Health Consequences of Actually Living the 12 Days of Christmas

Crowbusters does not, sadly, provide nutrition facts, but assuming your blackbird or crow is roughly the size of a pigeon, eating it by itself will likely set you back an additional 200 calories or so.

Day five: Gold rings (pheasants)

Unlike most things on this list, pheasant-eating is still very much a thing. If your friends still trust you with pies after you sprang that blackbird surprise on them, you can try your hand at pheasant pie, preferably using pheasants that come “with their feet attached.” A serving will set you back 1,365 calories, likely because the recipe also calls for a wholly New-World convenience: pre-prepared puff pastry dough.

Day six: Geese a-laying

Fois gras was first pioneered by the Romans, who force-fed pigs to their geese in order to fatten them. In later centuries, whole geese became the turkey of Europe, eaten on big holidays and rarely otherwise.

You may find it less morally reprehensible to roast an entire goose than to eat fois gras. If so, during the carving process you’ll want to remove all its excess fat, which is copious. A serving of roasted goose comes to about 340 calories, but it has far more fat than either pigeons or partridges. Day six will be your “cheat” day.

Day seven: Swans a-swimming

Wikimedia Commons

Swan was occasionally served in a “lifelike pose” for Medieval nobility, with the skin and feathers first gingerly removed, then later reattached after roasting. In 1482, though, all the swans in England formally became property of the queen, and until the late 1990s, killing or injuring an English swan was considered an act of treason.

The freedom to eat swans is perhaps the most important liberty the Revolutionary War afforded us. Here, then, is an Instructables recipe for swan burgers. It too lacks nutrition facts, so let’s add in another 340 calories, since goose is a related bird.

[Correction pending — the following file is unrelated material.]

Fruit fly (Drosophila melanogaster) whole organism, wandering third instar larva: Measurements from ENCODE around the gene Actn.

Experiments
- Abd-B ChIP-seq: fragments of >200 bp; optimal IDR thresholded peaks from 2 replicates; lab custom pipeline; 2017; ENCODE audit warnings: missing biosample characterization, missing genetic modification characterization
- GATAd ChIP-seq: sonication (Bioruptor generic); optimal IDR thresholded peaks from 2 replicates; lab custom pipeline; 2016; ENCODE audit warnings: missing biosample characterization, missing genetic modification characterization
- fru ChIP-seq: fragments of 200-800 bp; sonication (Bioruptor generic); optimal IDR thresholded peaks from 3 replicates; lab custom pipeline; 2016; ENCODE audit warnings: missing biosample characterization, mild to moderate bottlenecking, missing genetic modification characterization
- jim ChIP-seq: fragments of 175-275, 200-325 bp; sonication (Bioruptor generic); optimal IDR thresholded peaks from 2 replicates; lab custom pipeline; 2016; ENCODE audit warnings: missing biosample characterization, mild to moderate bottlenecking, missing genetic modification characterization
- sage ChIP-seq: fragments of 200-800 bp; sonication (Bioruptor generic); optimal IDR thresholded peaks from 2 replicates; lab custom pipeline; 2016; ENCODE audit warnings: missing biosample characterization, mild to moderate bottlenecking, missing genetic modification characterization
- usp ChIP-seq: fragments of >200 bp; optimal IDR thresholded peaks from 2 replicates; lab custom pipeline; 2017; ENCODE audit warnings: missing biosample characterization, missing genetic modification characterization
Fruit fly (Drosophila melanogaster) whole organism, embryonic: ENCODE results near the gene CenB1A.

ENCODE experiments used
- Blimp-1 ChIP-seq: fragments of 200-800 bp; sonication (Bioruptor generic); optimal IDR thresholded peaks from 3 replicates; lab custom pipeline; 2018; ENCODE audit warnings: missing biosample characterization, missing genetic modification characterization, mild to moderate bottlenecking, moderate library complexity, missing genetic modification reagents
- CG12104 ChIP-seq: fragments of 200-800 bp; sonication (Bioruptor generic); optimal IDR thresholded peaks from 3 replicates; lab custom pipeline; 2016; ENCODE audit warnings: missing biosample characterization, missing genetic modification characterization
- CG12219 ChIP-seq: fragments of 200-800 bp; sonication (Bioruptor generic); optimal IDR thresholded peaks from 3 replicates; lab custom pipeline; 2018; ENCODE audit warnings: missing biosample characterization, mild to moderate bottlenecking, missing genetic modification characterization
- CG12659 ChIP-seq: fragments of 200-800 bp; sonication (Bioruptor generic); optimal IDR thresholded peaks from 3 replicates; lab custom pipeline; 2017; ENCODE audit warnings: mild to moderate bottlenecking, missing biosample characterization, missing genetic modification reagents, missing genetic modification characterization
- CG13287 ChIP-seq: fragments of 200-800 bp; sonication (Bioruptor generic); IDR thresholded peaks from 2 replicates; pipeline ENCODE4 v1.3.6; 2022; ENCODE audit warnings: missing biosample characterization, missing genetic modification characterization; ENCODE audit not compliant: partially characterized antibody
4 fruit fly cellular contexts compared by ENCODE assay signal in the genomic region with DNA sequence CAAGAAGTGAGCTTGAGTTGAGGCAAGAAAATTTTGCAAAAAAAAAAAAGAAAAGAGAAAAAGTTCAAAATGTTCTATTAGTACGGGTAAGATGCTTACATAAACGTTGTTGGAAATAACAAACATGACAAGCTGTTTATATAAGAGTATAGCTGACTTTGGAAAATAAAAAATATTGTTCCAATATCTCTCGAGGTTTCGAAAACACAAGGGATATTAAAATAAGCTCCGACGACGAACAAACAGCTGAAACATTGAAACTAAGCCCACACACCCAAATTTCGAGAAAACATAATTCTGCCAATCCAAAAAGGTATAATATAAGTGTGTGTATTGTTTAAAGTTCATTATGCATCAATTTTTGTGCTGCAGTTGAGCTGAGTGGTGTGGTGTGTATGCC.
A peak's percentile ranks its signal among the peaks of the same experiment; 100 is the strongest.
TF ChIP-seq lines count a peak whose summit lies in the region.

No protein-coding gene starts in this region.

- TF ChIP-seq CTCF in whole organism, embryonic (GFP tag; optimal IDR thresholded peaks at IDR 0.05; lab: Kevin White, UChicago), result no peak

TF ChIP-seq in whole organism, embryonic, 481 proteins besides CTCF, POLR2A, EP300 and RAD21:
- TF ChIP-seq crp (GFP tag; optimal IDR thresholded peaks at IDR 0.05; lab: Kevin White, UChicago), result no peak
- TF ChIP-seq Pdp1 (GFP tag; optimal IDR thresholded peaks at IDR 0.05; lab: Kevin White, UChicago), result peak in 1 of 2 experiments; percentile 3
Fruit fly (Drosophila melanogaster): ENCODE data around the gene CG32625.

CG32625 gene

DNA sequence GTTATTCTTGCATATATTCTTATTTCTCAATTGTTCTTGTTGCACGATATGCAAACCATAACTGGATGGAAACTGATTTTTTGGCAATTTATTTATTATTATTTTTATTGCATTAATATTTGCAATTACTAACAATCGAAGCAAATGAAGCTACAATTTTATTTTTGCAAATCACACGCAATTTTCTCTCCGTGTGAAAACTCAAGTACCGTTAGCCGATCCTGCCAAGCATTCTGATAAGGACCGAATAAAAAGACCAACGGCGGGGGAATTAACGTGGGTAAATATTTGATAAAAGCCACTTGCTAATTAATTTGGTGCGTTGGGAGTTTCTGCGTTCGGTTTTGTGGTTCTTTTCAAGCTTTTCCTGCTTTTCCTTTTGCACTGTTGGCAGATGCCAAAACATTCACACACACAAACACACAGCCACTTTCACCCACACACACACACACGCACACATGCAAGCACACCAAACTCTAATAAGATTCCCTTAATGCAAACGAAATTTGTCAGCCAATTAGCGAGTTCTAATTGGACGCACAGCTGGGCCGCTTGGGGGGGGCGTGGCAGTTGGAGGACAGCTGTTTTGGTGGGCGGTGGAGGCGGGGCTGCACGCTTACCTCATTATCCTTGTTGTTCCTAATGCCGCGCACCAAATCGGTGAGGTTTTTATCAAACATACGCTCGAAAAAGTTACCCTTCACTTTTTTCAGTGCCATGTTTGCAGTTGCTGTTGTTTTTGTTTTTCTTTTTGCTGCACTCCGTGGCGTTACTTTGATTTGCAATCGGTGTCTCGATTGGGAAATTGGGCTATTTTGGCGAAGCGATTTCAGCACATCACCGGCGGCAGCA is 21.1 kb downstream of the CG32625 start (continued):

Be advised, though, that swan tastes like “fishy mutton.”

Day eight: Maids a-milking

After gorging on a menagerie worth of birds, it’s time for the activity-filled portion of the song, i.e. the Crossfit of the 1700s. For all of the exercises, I’m calculating the calories burned based on a 150-pound woman over the course of 30 minutes, and using WebMD’s activity counter.

Let’s start out slow with milking. Doing so by hand for half an hour will burn 102 calories. (A milking machine cuts it down to 51).

Day nine: Ladies dancing

Here’s where it gets tricky. Do we dance the chacha? Flamenco? Disco? They are all differently aerobic.

English country dancing often involved couples forming two long lines and taking turns flitting down the people-tunnel to rejoin at the other end. “Folk” dancing, its approximate equivalent, would burn about 150 calories.

Day 10: Lords a-leaping

This part is similarly confusing. Were they leaping for joy? Did they sit on something sharp? Was this part of the dance?

I’m going to take a logical leap and say that moderate jumping jacks would burn 119 calories.

Image of Irelande

Day 11: Pipers piping

The “pipes” in this case might have been bagpipes, which emerged in the late 15th century. The 1581 book Image of Irelande depicts bag-pipers leading troops into battle—and later being killed alongside the troops. Unless your Christmas tradition is especially gory, though, you can try simply playing the flute, which would burn 68 calories.

Day 12: Drummers drumming

Drums were historically used in England to guide troops in battle, but later, so-called “fife and drum bands” emerged, perhaps sounding something like this.

Playing a set of modern drums burns 136 calories.


If you ate all of the birds in one day, including the pheasant pie, but not including all the trimmings for the other dishes, and subtracted the energy you expended milking, dancing, leaping, and drumming, you’d have consumed 2,384 net calories. That’s really not bad, considering the average American Thanksgiving dinner adds up to about 4,500 calories.

Heal Farm

If hunting obscure waterfowl and rifling through “the shops” for pigeon meat isn’t your thing, you can always order the 12-bird “True Love” roast from Heal Farm, a British food company. The roast puts turduckens to shame, cramming almost all of the birds from the song—along with an assortment of stuffings—into a giant turkey.

If this monstrosity is your Christmas wish, all your true love needs to give to you is £670, or $1,094. Delivery is free.

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Olga Khazan is a staff writer at The Atlantic, where she covers health.

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